Dr Wayne Linklater is a researcher in Wildlife Biology & Human Dimensions Ecology at Victoria University. He is also Ex-Officio Representative on New Zealand's CITES Scientific Authorities Committee and Co-President (Academic) of the Victoria University Branch of the Tertiary Education Union.
Senior University of Waikato biological sciences lecturer Dr Alison Campbell is well known in the Waikato and Bay of Plenty for promoting science to community groups and school students. She has been nicknamed the skull lady by secondary school students after her presentations on human evolution. Dr Campbell established Cafe Scientifique in Hamilton as part of an effort to encourage the community to discuss scientific issues. She has also launched BioBlog website to support secondary school biology students and teachers preparing for exams. That blog is syndicated right here on Sciblogs. Alison is on Twitter @AcampbelTeacher
Massey University senior lecturer, Dr Brendan Moyle, has been passionate about wildlife his entire life, which motivated him to gain qualifications in zoology and economics. The economics comes from a simple realisation. Most causes of wildlife loss are ultimately economic in nature. Threats like habitat loss and poaching are fundamentally economic in nature. Of late he's been focused more on issues of wildlife poaching.
When he started out as a zoologist, Brendan had a fascination with some of our smallest arachnids- the falsescorpions. Since then he's moved on to various crocodilians, and more recently, tigers. This takes him to smuggling ‘hotspots’, where avoiding getting eaten by large carnivores, bitten by small venomous reptiles, shot at by smugglers seem to be important skills. Like many other conservationists, I’ve also developed a keen interest in wildlife photography.
Cindy Baxter is a climate change activist and media strategist who has attended just about every major international climate meeting over the last 20 years. She blogs for Hot Topic. Cindy is on Twitter @cindybax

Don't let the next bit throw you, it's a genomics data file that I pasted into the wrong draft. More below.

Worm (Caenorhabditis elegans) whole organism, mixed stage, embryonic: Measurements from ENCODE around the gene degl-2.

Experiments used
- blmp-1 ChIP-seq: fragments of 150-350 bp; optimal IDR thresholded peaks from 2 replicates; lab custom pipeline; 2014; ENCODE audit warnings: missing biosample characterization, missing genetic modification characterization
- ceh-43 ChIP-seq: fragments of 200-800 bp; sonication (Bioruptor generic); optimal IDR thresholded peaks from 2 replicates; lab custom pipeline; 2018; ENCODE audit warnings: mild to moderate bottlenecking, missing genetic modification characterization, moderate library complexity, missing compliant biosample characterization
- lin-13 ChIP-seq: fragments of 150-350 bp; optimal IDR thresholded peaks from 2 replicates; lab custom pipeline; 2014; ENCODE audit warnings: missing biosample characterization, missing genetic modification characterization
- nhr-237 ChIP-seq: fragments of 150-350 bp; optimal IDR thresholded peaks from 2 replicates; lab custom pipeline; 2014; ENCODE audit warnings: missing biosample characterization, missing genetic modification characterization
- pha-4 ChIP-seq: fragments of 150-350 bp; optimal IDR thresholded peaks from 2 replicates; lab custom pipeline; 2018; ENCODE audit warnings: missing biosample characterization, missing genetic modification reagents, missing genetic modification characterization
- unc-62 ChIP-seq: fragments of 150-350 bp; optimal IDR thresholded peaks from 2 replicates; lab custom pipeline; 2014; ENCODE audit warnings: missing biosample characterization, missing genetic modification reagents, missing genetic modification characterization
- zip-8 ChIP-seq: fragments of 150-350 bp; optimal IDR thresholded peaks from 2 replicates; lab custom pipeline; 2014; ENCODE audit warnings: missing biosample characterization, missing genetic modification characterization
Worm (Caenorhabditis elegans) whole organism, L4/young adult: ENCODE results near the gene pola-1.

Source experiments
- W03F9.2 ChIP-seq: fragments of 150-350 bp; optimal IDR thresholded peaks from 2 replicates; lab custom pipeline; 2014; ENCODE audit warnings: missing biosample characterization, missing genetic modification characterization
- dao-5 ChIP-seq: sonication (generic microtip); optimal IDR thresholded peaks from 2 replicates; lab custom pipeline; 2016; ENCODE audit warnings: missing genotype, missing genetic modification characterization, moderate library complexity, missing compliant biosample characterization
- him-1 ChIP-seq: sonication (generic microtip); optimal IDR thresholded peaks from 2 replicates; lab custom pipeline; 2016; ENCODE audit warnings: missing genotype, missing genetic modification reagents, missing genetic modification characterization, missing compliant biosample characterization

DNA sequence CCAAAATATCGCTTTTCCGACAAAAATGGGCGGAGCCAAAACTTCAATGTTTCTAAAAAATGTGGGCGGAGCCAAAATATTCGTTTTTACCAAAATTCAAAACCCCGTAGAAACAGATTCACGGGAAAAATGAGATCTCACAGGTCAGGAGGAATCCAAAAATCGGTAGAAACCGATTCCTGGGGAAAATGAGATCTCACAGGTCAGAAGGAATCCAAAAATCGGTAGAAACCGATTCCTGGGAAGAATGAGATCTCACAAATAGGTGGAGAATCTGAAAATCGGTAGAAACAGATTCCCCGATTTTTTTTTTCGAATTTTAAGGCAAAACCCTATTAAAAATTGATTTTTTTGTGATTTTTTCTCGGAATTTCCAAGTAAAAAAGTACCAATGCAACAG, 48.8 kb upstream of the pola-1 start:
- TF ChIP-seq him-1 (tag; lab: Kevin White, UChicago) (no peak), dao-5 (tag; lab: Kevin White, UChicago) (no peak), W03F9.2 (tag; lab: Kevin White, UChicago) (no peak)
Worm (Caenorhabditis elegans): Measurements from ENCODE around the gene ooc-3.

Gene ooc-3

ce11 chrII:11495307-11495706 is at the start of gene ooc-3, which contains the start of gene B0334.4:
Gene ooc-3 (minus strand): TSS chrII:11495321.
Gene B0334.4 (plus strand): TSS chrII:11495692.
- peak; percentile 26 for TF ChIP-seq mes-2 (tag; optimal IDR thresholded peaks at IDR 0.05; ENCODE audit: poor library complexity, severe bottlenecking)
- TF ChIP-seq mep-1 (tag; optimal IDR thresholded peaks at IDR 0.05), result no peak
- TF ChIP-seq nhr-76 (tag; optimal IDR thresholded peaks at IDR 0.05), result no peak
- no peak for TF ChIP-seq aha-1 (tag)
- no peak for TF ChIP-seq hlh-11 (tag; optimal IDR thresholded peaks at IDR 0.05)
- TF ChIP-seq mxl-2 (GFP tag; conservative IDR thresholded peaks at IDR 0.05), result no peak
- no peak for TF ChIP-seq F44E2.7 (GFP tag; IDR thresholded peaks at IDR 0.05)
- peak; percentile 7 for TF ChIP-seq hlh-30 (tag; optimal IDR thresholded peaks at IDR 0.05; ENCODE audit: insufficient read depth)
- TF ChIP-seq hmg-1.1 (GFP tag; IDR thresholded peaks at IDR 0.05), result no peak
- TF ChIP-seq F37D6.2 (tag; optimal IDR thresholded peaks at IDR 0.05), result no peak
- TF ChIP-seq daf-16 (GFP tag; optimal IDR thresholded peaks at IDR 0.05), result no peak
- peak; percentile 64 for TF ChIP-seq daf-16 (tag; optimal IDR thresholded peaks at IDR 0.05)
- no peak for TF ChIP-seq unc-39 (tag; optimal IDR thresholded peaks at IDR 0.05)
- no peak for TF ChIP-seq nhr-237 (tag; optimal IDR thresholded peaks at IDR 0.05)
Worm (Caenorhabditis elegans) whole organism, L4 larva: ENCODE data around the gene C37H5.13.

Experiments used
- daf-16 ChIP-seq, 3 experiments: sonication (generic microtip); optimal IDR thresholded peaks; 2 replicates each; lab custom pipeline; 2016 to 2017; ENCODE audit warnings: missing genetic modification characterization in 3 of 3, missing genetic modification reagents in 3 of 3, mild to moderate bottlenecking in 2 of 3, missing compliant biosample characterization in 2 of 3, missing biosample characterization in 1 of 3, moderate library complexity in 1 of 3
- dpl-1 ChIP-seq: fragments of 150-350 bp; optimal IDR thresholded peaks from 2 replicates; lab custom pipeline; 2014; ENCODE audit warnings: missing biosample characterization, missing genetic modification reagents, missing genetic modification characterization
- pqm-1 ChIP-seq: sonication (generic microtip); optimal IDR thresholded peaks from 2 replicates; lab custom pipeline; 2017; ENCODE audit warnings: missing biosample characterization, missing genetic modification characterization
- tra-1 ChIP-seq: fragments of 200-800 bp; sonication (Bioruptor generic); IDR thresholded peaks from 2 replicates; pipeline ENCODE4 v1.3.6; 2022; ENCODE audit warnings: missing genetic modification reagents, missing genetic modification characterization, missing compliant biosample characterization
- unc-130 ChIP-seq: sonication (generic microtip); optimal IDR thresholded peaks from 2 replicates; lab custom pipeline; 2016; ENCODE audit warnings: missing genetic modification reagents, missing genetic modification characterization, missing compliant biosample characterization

Although Darcy has a keen interest in science,his base level of activity is vigorous procrastination. As such a career in academia was not for him. But he has had the good fortune to work at Hill Laboratories, an environmental testing laboratory, for over 10 years.
A few years ago he became interested in advocating science and rationality beyond simply his small circle of friends, this started out as a short column in his workplace news letter. Later came a blog and that has lead him here.
I hope that adding my voice to those gathered here will have an impact on how science is consumed in New Zealand and will help add to the number of interested and engaged individuals in our community.
Donal Curtin is a macroeconomist (former chief economist for a big bank), writer (six years as a financial journalist with Euromoney, award-winning economics columnist, blogger), economic regulator (12 years on the Commerce Commission). He has an economics consultancy based in Auckland and blogs for The Dismal Science. Donal is on Twitter @donal_curtin